Because vascular tissues develop in tight accordance with inflorescence stem development in Arabidopsis, different positions on the inflorescence stem will represent a different developmental stage at which the vascular tissues stay. In order to investigate further which developmental stage during interfascicular cambium formation at the subapical position is regulated by HCA2, we took a series of cross sections at positions that are 200, 500, 1000, 1500, and 2000 μm, respectively, away from the inflorescence stem apex of 6-week-old wild-type, hca2, 35S:HCA2SRDX5, and ProHCA2:HCA2SRDX5 repressor plants for examination under microscopes. The results showed that, in the wild type, vascular bundles, separated by interfascicular parenchyma cells, were already in shape, whereas groups of meristematic cells were still present in the interfascicular regions at the position of ~200 μm apart from the apex (Figure 9A). At the position 500 μm from the apex, vascular bundles started to display differential localization for primary phloem and xylem (i.e., the phloem was located outside the xylem), and very little cell division was observed in the interfascicular regions (Figure 9E). At the 1000 and 1500 μm positions, the primary phloem and primary xylem had differentiated, and a small group of procambium cells, arranged in a radial series, was located between phloem and xylem. The anatomical characteristics of interfascicular parenchyma cells were similar to those of the cells at the 500 μm position (Figures 9I and 9M). At the position ~2000 μm from the apex, different cell types in vascular bundles continued differentiating, with no cell differentiation in the interfascicular regions (Figure 9Q). In the hca2 mutant, whereas there was no vascular bundle difference observed at the 200 μm position (Figure 9B), interfascicular parenchyma cells located at the edges of the existing vascular bundles had already started to undergo periclinal cell divisions at the 500 μm position, suggesting the initiation of interfascicular cambium formation (Figure 9F). The more distant from the apex (i.e., at 1000 and 1500 μm positions), the more interfascicular parenchyma cell divisions were observed (Figures 9J and 9N). Furthermore, an almost-completed continuous vascular cambium ring had already been formed at the 2000 μm position (Figure 9R). These observations suggest that the continuous ring of vascular cambium in hca2 is formed through the earlier activation of periclinal cell division activity in the interfascicular region. Different than the hca2 mutant, almost no obvious vascular development differences could be observed compared with the wild type at corresponding positions in 35S:HCA2SRDX5 and ProHCA2:HCA2SRDX5 transgenic plants (Figures 9C, 9D, 9G, 9H, 9K, 9L, 9O, 9P, 9S, and 9T). Taken together, these results suggest that HCA2 regulates interfascicular cambium formation possibly by affecting periclinal division activity of the interfascicular parenchyma cells after vascular bundle formation.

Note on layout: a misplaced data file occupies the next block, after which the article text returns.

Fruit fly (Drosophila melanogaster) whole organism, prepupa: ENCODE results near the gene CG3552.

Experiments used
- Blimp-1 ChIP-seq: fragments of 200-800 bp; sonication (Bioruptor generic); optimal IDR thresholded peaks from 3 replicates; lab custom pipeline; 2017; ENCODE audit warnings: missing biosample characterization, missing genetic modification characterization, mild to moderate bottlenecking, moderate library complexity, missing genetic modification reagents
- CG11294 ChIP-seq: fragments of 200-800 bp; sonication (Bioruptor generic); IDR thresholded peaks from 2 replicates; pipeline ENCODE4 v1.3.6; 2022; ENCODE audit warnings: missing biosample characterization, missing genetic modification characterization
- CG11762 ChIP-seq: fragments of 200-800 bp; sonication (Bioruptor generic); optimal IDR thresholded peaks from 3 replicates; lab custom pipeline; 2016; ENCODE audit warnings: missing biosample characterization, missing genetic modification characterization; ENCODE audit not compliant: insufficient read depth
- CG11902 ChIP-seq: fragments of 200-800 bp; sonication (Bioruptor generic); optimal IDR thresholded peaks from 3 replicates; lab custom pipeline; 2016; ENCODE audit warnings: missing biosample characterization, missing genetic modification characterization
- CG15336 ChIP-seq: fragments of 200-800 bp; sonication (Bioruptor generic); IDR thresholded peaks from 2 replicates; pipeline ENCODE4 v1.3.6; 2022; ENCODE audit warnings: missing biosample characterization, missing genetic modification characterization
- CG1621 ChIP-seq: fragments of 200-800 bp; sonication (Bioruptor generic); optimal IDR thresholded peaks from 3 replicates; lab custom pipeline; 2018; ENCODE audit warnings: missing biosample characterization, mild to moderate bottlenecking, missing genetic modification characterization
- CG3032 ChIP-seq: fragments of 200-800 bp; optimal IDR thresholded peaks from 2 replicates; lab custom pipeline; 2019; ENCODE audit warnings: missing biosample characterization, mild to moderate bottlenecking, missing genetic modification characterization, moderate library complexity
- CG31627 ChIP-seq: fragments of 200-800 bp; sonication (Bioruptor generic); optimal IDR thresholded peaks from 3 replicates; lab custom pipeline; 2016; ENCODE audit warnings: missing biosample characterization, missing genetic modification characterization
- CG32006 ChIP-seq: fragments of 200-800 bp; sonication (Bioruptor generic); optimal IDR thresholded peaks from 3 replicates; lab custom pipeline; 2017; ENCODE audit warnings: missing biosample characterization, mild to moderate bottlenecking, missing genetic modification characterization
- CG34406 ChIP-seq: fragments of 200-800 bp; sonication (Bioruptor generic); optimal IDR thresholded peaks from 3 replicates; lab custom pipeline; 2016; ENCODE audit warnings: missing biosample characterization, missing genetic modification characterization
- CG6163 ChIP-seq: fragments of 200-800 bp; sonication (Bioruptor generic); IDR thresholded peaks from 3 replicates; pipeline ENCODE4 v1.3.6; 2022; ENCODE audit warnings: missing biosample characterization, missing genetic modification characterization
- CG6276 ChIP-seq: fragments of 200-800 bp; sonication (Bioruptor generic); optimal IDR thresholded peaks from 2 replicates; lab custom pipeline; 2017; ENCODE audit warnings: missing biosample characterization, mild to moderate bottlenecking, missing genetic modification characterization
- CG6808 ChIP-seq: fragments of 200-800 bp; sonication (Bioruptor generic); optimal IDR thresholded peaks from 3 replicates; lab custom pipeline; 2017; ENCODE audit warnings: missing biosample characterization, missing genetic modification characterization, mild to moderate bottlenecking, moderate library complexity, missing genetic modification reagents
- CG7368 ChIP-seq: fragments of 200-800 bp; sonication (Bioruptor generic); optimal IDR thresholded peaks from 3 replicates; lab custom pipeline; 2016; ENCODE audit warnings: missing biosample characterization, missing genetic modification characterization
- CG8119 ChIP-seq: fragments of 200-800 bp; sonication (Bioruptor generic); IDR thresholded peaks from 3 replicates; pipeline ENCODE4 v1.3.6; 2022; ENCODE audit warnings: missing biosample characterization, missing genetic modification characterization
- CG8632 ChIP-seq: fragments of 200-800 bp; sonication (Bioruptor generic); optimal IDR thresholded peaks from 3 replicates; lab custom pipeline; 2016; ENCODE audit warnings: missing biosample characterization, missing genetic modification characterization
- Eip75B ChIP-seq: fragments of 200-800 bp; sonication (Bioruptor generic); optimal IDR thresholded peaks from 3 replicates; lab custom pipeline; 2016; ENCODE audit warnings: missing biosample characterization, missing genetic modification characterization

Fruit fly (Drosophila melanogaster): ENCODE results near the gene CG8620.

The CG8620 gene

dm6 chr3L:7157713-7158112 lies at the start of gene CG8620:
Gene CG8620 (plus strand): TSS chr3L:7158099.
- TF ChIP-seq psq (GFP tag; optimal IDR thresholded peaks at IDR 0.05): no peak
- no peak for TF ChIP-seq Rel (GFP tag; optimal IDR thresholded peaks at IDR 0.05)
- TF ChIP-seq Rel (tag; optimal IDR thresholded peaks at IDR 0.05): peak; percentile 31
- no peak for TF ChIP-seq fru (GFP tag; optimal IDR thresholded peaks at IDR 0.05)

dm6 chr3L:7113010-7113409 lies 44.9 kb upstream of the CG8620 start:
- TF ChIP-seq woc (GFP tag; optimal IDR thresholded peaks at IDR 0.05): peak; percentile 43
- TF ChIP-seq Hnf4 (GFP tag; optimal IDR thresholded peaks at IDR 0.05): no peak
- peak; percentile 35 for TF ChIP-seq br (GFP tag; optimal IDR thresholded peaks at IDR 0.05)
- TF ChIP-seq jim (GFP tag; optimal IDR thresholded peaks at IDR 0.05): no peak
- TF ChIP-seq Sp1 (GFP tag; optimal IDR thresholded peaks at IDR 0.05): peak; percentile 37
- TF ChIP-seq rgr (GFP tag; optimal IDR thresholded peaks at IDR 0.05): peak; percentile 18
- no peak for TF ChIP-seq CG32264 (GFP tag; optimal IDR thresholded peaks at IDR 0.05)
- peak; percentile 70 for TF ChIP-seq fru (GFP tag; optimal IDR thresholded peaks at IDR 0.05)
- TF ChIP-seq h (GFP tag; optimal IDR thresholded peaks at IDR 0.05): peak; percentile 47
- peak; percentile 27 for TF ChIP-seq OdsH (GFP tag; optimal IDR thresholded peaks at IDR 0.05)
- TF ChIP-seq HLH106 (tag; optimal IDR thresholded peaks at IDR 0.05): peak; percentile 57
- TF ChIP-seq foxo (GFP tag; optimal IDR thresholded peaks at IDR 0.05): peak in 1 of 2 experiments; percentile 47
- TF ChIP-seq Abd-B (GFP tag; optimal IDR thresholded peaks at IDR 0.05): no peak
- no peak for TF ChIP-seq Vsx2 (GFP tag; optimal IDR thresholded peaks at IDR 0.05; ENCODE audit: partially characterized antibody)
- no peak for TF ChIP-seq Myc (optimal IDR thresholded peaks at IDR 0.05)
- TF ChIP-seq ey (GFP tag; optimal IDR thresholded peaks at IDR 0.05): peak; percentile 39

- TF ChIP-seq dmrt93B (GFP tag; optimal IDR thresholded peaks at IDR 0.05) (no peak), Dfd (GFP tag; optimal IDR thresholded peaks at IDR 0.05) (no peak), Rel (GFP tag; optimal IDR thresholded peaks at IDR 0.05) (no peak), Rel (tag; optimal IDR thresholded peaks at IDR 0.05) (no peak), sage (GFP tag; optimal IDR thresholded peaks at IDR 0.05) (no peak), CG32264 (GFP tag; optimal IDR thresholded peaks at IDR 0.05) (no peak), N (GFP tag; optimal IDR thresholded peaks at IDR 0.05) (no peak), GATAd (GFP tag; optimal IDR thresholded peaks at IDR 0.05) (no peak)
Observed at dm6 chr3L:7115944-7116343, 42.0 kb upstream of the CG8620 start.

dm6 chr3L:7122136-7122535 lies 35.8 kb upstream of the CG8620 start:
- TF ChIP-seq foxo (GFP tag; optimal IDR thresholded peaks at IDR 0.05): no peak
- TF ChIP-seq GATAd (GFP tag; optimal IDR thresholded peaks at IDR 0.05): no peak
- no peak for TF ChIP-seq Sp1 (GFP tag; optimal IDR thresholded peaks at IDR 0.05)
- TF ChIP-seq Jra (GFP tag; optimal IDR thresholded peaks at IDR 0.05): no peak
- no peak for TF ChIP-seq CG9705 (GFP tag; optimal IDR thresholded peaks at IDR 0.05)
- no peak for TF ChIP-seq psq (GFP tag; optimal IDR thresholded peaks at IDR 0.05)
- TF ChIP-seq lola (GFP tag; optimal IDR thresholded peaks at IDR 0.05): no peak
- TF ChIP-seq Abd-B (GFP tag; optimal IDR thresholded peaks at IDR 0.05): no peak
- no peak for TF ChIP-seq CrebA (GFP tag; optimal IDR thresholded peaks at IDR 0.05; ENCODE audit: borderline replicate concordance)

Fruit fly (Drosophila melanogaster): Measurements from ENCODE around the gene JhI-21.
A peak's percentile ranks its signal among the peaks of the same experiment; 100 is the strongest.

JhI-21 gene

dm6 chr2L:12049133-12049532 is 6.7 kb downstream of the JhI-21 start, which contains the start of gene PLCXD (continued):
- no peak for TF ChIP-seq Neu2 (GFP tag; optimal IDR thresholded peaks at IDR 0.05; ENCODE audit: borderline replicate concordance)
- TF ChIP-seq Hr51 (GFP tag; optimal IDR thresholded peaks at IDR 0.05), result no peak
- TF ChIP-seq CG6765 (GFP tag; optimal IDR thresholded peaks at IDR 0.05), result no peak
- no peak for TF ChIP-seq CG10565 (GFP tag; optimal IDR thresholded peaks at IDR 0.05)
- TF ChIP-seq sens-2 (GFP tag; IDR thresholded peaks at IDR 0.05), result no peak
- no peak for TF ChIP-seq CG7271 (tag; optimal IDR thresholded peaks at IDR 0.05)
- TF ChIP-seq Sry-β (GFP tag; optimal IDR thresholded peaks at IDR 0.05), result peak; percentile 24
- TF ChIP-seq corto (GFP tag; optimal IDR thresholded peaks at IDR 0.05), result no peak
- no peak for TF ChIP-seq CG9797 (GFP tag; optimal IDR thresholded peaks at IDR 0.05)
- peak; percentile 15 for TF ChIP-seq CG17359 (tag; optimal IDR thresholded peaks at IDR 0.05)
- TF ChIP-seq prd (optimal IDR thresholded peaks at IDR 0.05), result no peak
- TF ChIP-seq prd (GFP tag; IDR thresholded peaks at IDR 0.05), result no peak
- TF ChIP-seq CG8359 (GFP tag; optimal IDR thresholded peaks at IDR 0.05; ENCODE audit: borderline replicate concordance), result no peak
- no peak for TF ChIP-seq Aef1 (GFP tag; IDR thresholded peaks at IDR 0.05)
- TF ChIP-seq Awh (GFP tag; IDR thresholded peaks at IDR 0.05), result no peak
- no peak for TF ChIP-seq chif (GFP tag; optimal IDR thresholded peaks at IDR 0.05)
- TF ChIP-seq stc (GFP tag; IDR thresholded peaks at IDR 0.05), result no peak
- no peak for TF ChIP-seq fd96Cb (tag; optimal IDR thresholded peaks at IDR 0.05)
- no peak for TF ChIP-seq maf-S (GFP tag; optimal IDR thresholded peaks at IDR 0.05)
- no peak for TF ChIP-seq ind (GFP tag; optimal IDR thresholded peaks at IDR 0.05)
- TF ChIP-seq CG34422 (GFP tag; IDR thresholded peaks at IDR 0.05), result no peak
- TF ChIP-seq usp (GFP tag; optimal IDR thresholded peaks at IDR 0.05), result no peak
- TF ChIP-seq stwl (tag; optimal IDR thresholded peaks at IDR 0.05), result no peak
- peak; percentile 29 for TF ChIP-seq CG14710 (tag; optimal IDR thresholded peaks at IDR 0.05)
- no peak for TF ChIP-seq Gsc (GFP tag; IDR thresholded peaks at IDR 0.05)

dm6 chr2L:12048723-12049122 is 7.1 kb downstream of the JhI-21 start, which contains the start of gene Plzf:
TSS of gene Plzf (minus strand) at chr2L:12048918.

Figure 9.
Vascular Tissue Development at the Subapical Part of the Inflorescence Stems in 6-Week-Old Wild-Type, hca2, 35S:HCA2SRDX5, and ProHCA2:HCA2SRDX5 Plants.

DISCUSSION

In this study, we provide evidence that a Dof transcription factor gene Dof5.6/HCA2 plays an important role in the regulation of vascular tissue development. In particular, our data suggest that HCA2 is likely to act as a positive regulator to promote initiation of the interfascicular cambium from interfascicular parenchyma cells.

We found that the inflorescence stem of wild-type Arabidopsis showed almost no/weak formation of interfascicular cambium after 6 weeks of growth, and six to eight vascular bundles were arranged alternatively by interfascicular parenchyma cells in the basal region. In the hca2 mutant, however, a number of interfascicular parenchyma cells were found to start periclinal division and subsequently to form interfascicular cambium. Therefore, the increased production of interfascicular cambium in the hca2 mutant could be attributed to a stimulation of proliferation and dedifferentiation of interfascicular parenchyma cells. This process occurred at a very early stage during vascular tissue development, possibly promoted by HCA2 via increasing periclinal division activity of the interfascicular parenchyma cells after vascular bundle formation (Figure 9). On the contrary, the formation of the interfascicular cambium was found to be inhibited in the basal part of the transgenic plants either ubiquitously or in situ expressing the HCA2 chimeric repressor after 8 weeks of growth (Figure 7), when in the wild-type the interfascicular cambium had been formed. These results together support the conclusion that HCA2 may promote the formation of interfascicular cambium in Arabidopsis inflorescence stems.